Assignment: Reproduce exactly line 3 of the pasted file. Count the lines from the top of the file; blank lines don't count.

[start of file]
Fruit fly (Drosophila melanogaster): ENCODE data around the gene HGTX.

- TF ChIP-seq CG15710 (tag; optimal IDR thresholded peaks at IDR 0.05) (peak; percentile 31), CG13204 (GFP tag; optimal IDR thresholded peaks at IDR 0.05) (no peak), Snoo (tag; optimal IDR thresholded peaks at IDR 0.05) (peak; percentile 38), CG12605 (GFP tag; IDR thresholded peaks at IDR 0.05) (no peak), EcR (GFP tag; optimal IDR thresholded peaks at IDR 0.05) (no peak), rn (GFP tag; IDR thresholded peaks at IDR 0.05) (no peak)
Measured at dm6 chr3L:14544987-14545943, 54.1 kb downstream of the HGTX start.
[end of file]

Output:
Measured at dm6 chr3L:14544987-14545943, 54.1 kb downstream of the HGTX start.